Posts Tagged ‘profit’

In tightly organized sex trafficking groups there is more specialization and division of responsibilities than in loosely organized ones. For example local law enforcement Columbus and Toledo report that in these organized groups, “…people involved know only what they need to know to do their jobs. They do not know the traffickers names, or at least their real names, and whole operations can be run from the homes of traffickers without them ever coming into contact with the victims themselves.” (Wilson & Dalton 2007, p. 24)

In the US and throughout the world, many or most sex trafficking groups are ethnically-based (Shelly 2010b, 84). East Asian trafficking groups operating in the United States are particularly organized, in contract to domestic trafficking which consists mostly of loosely organized US-born pimps (Finnekauer 2007, Shelly 2010a). Operations are often vertically integrated, with organizations controlling operations from recruitment through to retail. For example, Chinese sex trafficking groups operating in the US “control the smuggling at all stages from recruitment…to an assignment in a brothel in order to secure long-term profits,” which are then reinvested back into legitimate businesses in East Asia. (Shelly 2010a, 124). This degree of organization makes their operations particularly effective and difficult to combat. For this reason we will focus on the operations of East Asian sex trafficking retailers operating in the United States.

East Asian groups in the United States typically operate out of different forms brothels. These typically take the form of East Asian “massage parlors,” located in many major US metropolitan areas including Washington, DC, where there are many of these businesses area (Washington Post). This contrasts with the model of domestic retailers in the US who typically utilize the ‘flying prostitute’ model.

Polaris Project (2011) reports that East Asian massage parlors are typically managed by older women (many of which are presumable former CSE victims) and owned by men. This reflects traditional East Asian social structure where women are subordinate to men. Other roles within East Asian trafficking operations include enforcers and transporters. (Polaris Project 2011).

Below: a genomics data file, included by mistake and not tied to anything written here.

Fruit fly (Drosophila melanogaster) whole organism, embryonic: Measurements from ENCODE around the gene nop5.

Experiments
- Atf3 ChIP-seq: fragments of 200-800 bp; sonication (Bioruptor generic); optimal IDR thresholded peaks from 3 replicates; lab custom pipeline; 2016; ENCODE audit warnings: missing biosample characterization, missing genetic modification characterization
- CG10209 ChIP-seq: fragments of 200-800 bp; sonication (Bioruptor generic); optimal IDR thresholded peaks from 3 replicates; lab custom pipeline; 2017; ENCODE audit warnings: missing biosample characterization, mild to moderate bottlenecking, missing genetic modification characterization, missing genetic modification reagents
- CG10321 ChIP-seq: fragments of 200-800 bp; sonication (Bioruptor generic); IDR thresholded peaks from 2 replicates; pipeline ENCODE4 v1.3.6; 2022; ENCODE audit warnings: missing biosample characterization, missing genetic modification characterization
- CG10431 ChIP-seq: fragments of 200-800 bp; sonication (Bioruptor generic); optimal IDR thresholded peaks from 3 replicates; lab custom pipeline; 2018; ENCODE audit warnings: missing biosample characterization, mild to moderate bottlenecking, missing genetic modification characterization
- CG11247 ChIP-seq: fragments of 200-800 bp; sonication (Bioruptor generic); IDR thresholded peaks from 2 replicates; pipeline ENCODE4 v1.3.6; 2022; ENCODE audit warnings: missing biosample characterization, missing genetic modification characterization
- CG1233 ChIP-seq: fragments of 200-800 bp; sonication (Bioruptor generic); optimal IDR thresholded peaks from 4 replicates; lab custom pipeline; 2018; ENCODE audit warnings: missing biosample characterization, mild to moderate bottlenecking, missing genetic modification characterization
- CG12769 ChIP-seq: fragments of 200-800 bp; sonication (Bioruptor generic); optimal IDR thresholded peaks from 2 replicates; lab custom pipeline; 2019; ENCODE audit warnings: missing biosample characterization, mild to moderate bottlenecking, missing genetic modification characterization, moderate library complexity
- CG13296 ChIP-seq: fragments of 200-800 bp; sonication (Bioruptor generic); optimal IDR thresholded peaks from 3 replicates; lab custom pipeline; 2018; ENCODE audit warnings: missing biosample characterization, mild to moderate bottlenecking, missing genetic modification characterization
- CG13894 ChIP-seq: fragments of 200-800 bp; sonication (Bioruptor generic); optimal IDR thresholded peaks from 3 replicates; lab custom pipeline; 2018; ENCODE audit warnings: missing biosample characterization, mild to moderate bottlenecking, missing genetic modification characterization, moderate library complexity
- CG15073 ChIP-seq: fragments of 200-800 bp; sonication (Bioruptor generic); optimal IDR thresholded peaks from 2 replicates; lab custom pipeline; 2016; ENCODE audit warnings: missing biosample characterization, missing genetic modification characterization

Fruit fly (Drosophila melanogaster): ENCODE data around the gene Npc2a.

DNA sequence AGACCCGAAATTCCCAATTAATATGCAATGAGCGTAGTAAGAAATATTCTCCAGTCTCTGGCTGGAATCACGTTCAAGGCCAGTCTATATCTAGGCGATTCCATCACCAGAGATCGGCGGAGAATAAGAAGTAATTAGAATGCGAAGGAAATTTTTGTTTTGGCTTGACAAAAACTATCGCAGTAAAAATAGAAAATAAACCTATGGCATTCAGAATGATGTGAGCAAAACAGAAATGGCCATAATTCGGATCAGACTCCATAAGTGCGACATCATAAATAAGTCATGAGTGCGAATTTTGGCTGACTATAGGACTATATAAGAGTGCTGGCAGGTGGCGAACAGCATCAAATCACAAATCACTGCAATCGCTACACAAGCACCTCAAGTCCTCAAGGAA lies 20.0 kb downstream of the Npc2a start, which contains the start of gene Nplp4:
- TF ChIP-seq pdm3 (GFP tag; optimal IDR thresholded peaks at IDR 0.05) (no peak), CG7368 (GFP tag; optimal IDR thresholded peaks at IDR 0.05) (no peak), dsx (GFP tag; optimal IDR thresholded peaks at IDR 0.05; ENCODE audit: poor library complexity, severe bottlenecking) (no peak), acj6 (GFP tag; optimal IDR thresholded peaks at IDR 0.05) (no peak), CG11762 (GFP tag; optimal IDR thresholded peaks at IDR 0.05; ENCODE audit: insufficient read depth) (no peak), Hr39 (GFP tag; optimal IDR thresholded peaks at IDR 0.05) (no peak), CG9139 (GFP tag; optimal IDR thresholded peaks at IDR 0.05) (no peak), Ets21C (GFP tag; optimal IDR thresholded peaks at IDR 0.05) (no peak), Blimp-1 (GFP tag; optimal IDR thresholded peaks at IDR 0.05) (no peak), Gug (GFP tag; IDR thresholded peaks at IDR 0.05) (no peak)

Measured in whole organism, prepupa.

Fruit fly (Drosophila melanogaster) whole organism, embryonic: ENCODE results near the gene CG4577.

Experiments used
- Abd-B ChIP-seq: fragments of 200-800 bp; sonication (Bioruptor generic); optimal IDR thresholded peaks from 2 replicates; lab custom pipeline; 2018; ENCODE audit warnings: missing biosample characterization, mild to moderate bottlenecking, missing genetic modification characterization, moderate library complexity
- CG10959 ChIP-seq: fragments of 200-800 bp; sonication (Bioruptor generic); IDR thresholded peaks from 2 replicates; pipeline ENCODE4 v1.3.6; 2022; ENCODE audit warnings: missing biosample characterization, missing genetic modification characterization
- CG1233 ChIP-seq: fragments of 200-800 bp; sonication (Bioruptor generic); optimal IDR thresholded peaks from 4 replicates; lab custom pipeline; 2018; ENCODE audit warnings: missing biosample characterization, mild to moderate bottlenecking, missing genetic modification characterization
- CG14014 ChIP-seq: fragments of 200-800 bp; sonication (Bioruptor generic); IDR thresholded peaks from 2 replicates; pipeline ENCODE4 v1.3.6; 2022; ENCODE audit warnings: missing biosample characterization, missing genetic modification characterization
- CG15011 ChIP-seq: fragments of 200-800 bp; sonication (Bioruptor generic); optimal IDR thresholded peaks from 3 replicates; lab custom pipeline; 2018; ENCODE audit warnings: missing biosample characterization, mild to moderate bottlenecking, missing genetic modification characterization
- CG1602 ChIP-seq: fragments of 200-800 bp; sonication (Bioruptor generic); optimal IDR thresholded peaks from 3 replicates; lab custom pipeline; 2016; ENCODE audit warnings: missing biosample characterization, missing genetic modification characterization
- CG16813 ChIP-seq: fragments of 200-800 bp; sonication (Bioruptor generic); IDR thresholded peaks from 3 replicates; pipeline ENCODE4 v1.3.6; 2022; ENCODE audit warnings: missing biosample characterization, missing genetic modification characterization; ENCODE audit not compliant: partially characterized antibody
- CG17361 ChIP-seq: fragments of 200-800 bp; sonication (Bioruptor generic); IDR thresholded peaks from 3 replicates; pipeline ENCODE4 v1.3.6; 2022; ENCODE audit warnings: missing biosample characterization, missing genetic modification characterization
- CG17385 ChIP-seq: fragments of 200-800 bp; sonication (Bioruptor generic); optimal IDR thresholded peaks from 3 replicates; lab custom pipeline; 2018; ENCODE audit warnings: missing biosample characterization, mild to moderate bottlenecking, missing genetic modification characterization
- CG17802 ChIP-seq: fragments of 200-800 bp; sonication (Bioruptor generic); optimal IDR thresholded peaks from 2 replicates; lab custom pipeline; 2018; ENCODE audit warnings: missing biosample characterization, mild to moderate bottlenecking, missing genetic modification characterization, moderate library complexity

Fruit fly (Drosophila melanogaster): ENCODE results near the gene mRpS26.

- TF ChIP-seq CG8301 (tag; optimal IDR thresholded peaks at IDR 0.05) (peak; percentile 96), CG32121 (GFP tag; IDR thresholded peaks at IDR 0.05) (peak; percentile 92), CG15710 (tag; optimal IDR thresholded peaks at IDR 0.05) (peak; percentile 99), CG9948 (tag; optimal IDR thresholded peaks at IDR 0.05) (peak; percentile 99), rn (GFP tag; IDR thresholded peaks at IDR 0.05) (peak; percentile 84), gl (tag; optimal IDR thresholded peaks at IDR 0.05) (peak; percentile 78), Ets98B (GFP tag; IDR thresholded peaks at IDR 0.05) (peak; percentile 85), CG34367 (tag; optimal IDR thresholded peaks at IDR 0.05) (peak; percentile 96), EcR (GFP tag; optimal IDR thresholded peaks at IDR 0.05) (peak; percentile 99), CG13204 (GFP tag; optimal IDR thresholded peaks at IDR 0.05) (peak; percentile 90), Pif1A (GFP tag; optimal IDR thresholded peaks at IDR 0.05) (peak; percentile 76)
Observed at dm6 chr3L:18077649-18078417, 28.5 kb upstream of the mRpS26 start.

East Asian sex retail operations outside of massage parlors are often conducted in “room salons/hostess clubs, residential brothels, karaoke bars, [and] escort services,” (Polaris Project 2011). Polaris Project Executive Director Bradley Myles believes that level of knowledge and effort required by retailers to hide behind the legal veil of legitimate business in these settings– regarding “laws, licensing, zoning, interacting with landlords and with legitimate reporting systems” – means that it would be very difficult for retailers to achieve or maintain this business model were they not part of a larger criminal enterprise (Washington Post).

Sources

I haven’t made it very far through Kara’s “Sex Trafficking: Inside the Business of Modern Slavery” yet, but he begins by providing a ton of valuable information and sources that I can use as a basis for starting my research on the business of human trafficking.

In class, we’ve been talking a lot about the role of demand in the human trafficking equation. Understanding and addressing demand is key if human trafficking is to be held in check. As has been demonstrated by the “war on drugs”, lopsided prevention strategies that focus on supply alone don’t actually solve the problem.  While recognizing this fact, I am personally interested in the supply side of the equation in human trafficking, especially from a management and finance perspective.

In my last post I discussed how human trafficking will be extremely difficult to address or prevent without targeting and eliminating the profitable functions. For example, Kara claims (without citation) that “the global weighted average net profit margin” of 70% makes holding sexual slaves “one of the most profitable enterprises in the world.” (p. 21).  He also notes that the costs of entering the human trafficking trade are relatively low compared to the cost of starting a business in other industries, making it an attractive alternative. On page 24 Kara claims that a sex slave can be bought in Asia for between $200 and $1,000 and in Western Europe for between $2,000 and $10,000. I thought it would be helpful to conduct a mental exercise with these numbers. So if a brothel owner buys a slave for $400 in Thailand, forces her to service 10 clients a day for $10 each, each day, every day, the brothel owner will have made his money back in four days. You with me so far?

Say this goes on for 18 months. The brothel owner’s revenue from this single victim now adds up to $54,000. Now he sells the victim to someone in Western Europe for $6,000. Even taking into account overhead costs such as minimal housing and food, transport, guards, bribes and incidental expenses, the brothel owner has still made some serious profit from this single slave. He likely owns more slaves, too.

Countries and families that are sources of trafficking victims are economically devastated,  socially immobile, and they often have corrupt governments and other ills, so it makes perfect sense from an economic perspective that there are willing and able facilitators of human trafficking in these places. However I think that given alternative prospects, many facilitators (and victims) would not be in this business. It’s ironic in a tragic kind of way that the same economic and social underpinnings drive both captive and captor towards each other.